Our gang of survivors begin to settle in at Alexandria but our favourite characters are waiting for the pin to drop. Who can blame them, after all the trauma that they have been through in the last five seasons? Halfway through this transitional episode Carl tells Rick that he is worried they would get ‘soft’ if they stayed in Alexandria and by the end, Rick is confident that being ‘soft’ is no longer a part of who they are and rather ominously declares that if the inhabitants of Alexandria are not good enough, then they would take over.
There are signs of tensions even in this superficially placid surroundings but one feels that Rick and company are well suited to handle any challenges and ironically, they might prove to be the biggest threat to the well-being and security of Alexandria. A great turn of events and change of pace that as usual keep the proceedings intriguing. Kudos!
The 2nd season of Helix has done very well in shifting focus on different characters and casting as protagonists and antagonists in equal measure depending on particular perspectives. Amongst Alan, Peter, Michael and Amy it was never clear who was the actual villain of the piece. But finally, the role has settled on Michael. Yes the placid, seemingly even-tempered cult leader is actually a 400 year old immortal, who has lost touch with his humanity decades ago and despite appearances to the contrary, appears to be aware of every single machination within his community. Enough to be constantly ahead of the game, so to speak. Rather masterful writing, I must say. Discovering the truth, the CDC team now have to thwart Michael as he executes his horrible endgame.
That all said, it is strange that Julia’s story seems to have fall out of the narrative almost completely. What happened in the 30 years later timeline? Will we get back to that? Too many questions in that respect. But definitely worth finding out!
Possibly one of the best Walking Dead episodes in recent memory and it was achieved without having to kill a major character! All it did was examine the question of trust in the post-apocalyptic world of The Walking Dead. After having suffered at the hands of the Governor and the cannibals of Terminus, it’s easy to understand Rick’s reluctance to trust anybody. But what if someone comes along and tells Rick and group that there is a relative paradise waiting for them? Too good to be true? When does playing safe become dangerous? For Michonne, that time to trust a stranger like Aaron is now, and finally Rick has to decide whether he can do so and put his children potentially at risk.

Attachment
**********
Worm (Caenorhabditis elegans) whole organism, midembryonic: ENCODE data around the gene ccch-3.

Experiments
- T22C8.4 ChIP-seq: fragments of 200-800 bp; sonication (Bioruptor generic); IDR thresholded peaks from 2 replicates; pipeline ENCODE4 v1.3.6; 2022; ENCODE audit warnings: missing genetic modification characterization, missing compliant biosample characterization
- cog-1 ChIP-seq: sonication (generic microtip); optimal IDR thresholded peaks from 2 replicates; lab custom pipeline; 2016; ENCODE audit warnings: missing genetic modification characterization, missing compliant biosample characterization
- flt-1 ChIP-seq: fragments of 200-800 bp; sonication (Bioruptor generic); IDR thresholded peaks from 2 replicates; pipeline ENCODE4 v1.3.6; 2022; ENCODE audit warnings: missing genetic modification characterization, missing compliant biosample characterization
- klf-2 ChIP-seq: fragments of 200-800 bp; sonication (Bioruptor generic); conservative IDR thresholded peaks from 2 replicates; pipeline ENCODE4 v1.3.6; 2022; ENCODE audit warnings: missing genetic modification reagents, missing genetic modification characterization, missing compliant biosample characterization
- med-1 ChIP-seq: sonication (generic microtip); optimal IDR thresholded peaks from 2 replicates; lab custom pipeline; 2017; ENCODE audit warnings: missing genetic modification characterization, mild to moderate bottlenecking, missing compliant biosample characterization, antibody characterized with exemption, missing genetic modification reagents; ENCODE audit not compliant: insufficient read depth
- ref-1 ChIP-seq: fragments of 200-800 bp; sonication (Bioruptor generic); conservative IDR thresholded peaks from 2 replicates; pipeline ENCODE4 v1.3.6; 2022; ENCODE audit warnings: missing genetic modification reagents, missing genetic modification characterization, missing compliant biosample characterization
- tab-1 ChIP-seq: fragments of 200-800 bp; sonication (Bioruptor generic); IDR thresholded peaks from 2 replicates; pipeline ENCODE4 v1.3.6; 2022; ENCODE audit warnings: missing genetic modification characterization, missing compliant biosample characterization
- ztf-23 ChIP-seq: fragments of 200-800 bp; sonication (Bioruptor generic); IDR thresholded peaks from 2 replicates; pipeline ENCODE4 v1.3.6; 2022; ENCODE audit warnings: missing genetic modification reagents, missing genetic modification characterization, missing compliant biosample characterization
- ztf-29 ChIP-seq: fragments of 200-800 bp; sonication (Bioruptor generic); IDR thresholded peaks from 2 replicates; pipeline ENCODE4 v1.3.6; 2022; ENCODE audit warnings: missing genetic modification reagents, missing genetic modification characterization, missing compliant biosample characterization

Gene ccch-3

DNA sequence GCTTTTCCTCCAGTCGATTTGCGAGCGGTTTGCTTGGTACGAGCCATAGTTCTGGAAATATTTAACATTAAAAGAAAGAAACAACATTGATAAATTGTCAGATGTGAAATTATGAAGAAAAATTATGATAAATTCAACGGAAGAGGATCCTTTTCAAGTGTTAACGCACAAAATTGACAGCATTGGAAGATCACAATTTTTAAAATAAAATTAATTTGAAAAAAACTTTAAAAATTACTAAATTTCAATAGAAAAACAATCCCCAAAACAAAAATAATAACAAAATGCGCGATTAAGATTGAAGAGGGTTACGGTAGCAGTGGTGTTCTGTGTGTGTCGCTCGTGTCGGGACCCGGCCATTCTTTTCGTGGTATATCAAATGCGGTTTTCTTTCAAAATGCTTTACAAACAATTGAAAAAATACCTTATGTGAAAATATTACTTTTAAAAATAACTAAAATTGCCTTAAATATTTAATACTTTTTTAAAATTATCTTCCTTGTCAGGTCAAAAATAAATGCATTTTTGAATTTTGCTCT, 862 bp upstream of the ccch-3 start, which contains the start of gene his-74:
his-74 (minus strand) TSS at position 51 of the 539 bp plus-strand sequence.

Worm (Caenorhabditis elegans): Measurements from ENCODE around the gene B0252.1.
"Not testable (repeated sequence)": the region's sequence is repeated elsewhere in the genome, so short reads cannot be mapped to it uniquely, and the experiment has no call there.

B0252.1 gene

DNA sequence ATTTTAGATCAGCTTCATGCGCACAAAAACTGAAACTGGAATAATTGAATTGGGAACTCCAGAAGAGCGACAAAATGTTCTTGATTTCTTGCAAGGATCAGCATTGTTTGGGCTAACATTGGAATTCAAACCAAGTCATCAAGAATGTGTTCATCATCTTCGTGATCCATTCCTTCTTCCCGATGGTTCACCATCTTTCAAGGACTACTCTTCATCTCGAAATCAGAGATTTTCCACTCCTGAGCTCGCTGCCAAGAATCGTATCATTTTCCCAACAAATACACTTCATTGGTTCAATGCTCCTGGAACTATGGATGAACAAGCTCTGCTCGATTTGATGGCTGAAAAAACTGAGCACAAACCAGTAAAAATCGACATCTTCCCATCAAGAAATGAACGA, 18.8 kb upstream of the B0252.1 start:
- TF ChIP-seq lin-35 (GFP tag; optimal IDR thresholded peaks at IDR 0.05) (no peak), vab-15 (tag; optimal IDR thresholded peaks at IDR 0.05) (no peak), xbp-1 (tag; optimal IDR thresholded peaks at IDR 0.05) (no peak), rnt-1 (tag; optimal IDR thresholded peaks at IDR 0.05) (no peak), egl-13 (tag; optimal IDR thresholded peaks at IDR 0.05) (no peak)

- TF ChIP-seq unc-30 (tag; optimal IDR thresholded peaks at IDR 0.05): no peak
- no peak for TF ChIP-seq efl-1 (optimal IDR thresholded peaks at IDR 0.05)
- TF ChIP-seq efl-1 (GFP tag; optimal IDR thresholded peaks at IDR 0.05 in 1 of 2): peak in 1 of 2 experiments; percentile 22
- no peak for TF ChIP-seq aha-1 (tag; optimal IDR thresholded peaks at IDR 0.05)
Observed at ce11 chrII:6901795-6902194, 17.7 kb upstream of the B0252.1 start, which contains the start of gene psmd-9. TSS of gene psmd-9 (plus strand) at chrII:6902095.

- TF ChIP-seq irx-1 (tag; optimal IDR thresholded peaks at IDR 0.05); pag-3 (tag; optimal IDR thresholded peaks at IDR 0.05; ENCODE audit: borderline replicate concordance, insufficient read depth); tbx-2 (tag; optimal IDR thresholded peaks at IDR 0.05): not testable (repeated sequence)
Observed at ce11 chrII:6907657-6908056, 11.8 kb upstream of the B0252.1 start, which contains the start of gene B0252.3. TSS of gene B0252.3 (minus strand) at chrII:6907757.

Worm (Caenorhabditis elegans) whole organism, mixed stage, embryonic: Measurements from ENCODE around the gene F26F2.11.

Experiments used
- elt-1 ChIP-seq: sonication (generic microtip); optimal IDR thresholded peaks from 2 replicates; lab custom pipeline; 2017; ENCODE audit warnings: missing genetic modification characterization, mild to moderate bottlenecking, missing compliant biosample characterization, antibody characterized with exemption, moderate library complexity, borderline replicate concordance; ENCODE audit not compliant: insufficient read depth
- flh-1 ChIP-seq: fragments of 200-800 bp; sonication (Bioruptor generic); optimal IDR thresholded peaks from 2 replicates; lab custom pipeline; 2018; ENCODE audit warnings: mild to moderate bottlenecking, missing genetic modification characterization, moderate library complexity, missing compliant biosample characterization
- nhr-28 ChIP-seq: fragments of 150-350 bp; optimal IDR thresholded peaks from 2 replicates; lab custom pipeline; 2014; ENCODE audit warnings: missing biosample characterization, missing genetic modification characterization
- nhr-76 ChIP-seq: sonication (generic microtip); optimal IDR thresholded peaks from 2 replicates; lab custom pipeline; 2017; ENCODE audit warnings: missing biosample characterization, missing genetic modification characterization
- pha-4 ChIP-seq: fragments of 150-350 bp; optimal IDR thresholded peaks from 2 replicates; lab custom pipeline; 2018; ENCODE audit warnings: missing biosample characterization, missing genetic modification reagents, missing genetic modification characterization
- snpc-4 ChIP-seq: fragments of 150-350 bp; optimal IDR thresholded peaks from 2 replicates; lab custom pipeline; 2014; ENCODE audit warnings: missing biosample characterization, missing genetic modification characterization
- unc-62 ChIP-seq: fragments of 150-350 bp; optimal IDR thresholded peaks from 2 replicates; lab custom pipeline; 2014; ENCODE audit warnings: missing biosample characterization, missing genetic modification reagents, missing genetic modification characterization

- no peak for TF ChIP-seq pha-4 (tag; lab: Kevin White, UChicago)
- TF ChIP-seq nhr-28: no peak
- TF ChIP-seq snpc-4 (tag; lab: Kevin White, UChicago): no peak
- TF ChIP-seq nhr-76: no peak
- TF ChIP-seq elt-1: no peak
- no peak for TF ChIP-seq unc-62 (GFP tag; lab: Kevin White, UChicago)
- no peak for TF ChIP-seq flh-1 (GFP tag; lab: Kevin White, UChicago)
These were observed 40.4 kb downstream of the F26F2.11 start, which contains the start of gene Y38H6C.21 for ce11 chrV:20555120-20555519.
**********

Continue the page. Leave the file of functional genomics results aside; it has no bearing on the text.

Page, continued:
It’s as simple as that but of course, it isn’t simple at all and the tension and drama flows from the audience asking the same question that Rick does – can we trust these people? Well, can we?
Definitely the most intense season 2 episode thus far as Amy ramps up her plans to get away from Brother Michael and the island. One cannot blame her considering the outrageous revelations made concerning the relationship between Brother Michael and herself. The most unlikely villainess but kudos to the writers for making it so. The CDC team is not in good shape either as the mistrust bred amongst them threatens to destroy them, even as Alan Farragate plays his role as agent provocateur to perfection.
On Julia’s side, the writers chose to tell her story not from the ’30 years later’ perspective but a background tale on what happened after Julia joined the Ilaria Corporation. Disorientating to say the least. Not sure why the writers decided to make that jump as it does not seem to add anything to the ‘present day’ narrative whatsoever. Am just wondering how long it will take for Brother Michael and/or the CDC team to figure out that Amy is behind everything.
Alright, so we are spoiling season 2 episode 5 with the above image which reveals that cult leader Michael is actually an immortal. But of course, that was hinted by the scores of portraits on his wall and the different generations of women advisors (they are all his daughters apparently). So, is Caleb (from the 30 years later storyline) also Michael’s son? Who knows? This revelation needed to come as the plot lines were steadily going nowhere.